Wednesday, May 11, 2016

Does having a school with high foundation contributions encourage residents to vote against tax increases?

In discussions about Portland Public School foundations I sometimes see this assertion.  Often it's part of a broader critique of foundations and their impact on equity.  The claim is that foundations don't just increase inequity, but actively harm students in other neighborhoods because parents in "semi-privatized" communities don't support public taxes.

For kicks, I got shape files and a vote abstract from Multnomah County and charted it.  Below is a heat chart for 2011's measure 26-122.  This is a property tax levy specific to Portland Public Schools, it passed with 58% of the vote.  The red indicates low support and green indicates high.  The labeling is based on decimals, 0.5 = 50% to 60%, 0.4 = 40% to 50%, etc.

I've marked with red dots the rough location of the top 4 elementary schools and K-8's based on fundraising.  What do I see?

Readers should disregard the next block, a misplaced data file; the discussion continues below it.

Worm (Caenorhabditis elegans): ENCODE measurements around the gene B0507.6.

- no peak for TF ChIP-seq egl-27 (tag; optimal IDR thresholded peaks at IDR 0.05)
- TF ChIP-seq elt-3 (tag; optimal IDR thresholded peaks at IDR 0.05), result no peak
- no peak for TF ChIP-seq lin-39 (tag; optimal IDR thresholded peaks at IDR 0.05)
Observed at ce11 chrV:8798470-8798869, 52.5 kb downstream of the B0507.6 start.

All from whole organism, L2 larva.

I see 3 of the 4 schools are located in precincts where the levy passed, and are surrounded by precincts with similar support.  I also see a vivid geographic pattern: the inner city neighborhoods supported the levy more than outer neighborhoods.  This pattern dominates the story of which precincts supported the levy and which did not, I don't see any correlation with the location of a high-foundation school.

Below is the same chart for 2010's measure 66, a statewide tax increase.  Same thing:
I don't think the presence or absence of a high-foundation school has any effect on voter support of taxes.  Saving this for the next time I see that claim pop up.

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